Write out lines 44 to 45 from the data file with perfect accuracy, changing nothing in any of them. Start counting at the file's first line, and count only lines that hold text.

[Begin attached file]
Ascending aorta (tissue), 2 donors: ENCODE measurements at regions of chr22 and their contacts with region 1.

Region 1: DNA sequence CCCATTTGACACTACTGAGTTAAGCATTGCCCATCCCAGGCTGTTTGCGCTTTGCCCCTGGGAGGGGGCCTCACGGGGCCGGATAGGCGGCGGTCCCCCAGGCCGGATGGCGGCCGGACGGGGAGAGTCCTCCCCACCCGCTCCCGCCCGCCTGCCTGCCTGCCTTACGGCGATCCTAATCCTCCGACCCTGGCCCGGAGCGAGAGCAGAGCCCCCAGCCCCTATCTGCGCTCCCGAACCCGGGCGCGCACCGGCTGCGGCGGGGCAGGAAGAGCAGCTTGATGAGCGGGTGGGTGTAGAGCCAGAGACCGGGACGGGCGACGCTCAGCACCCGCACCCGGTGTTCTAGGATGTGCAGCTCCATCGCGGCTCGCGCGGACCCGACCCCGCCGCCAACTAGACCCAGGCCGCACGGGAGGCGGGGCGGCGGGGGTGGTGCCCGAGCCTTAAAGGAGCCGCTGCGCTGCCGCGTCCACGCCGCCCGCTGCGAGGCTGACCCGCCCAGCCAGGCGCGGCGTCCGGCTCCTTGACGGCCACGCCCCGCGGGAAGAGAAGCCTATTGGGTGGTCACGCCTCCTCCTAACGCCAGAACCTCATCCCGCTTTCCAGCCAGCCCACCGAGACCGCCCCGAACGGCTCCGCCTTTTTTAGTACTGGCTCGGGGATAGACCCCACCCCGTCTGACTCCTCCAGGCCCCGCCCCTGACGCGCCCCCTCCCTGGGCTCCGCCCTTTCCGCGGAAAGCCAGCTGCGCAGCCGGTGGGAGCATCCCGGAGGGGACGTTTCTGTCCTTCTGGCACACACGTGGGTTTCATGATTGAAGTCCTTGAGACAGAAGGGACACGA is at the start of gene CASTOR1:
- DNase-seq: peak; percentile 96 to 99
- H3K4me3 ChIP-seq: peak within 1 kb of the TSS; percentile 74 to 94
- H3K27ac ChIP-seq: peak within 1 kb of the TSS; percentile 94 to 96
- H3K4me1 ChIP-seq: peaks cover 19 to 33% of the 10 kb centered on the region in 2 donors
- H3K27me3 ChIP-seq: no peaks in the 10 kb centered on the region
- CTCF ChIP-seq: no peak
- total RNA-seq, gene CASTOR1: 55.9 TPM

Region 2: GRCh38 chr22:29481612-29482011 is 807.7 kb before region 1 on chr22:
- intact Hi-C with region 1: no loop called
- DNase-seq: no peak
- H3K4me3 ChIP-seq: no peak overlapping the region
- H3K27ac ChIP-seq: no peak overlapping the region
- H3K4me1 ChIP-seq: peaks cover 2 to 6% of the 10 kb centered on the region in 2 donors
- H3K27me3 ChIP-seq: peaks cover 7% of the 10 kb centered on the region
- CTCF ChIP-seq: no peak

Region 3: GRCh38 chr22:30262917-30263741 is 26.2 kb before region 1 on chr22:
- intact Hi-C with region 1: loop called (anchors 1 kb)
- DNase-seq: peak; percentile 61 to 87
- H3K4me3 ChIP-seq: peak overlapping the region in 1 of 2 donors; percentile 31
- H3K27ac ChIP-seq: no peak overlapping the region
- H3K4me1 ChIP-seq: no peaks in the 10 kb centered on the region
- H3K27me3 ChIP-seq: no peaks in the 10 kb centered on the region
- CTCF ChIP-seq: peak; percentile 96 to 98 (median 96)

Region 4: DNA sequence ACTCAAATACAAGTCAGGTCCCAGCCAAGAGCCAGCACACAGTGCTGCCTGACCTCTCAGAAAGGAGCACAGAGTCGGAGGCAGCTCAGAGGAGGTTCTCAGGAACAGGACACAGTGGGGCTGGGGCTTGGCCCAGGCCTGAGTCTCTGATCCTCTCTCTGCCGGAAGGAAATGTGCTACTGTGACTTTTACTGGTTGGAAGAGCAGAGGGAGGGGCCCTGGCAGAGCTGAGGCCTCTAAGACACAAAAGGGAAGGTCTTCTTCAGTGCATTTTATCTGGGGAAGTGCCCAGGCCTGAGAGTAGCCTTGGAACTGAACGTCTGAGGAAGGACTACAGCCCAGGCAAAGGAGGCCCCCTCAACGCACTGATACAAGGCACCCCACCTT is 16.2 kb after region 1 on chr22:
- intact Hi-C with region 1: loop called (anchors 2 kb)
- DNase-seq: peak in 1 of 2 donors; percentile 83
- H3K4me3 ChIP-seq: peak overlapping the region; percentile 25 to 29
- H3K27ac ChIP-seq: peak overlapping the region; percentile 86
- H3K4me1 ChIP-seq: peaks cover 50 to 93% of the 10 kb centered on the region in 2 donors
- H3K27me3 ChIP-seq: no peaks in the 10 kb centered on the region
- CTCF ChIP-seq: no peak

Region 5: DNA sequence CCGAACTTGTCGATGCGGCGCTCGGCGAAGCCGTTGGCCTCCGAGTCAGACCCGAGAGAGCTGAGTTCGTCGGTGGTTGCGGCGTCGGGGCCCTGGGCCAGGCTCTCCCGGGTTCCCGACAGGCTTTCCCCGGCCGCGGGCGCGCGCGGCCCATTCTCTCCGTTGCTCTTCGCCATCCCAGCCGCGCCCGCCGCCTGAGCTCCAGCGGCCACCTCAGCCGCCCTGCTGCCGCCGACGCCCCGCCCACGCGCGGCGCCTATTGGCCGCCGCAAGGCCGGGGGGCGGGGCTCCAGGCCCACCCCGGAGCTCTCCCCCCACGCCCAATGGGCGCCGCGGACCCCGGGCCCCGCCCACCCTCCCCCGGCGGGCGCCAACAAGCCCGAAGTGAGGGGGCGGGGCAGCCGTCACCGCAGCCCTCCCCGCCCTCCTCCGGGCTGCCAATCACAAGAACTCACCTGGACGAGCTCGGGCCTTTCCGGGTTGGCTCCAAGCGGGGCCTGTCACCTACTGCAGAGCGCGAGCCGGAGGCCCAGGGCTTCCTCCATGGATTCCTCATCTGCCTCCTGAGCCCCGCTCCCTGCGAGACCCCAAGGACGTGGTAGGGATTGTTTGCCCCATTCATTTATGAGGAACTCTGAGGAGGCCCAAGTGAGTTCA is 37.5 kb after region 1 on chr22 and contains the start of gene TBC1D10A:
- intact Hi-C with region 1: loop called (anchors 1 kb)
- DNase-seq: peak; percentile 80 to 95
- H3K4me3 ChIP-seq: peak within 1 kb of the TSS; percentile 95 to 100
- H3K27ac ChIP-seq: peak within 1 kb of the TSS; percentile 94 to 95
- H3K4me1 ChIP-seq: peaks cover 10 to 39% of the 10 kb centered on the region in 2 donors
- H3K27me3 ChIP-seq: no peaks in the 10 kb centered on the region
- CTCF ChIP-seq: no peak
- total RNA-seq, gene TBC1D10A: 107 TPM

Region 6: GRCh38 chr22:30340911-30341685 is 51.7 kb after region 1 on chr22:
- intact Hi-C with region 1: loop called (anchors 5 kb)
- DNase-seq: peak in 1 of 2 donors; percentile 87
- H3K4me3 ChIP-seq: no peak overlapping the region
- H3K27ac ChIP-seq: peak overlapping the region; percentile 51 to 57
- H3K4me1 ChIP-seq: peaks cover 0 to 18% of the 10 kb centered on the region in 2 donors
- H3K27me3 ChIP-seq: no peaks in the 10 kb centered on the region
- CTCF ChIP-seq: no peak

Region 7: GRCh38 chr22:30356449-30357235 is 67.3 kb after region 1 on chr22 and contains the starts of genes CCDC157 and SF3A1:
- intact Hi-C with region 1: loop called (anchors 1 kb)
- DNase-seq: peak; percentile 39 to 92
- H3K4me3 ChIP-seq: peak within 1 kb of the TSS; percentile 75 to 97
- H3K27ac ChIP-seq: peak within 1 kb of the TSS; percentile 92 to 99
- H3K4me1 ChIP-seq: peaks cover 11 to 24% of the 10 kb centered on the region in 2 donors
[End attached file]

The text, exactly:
- intact Hi-C with region 1: loop called (anchors 5 kb)
- DNase-seq: peak in 1 of 2 donors; percentile 87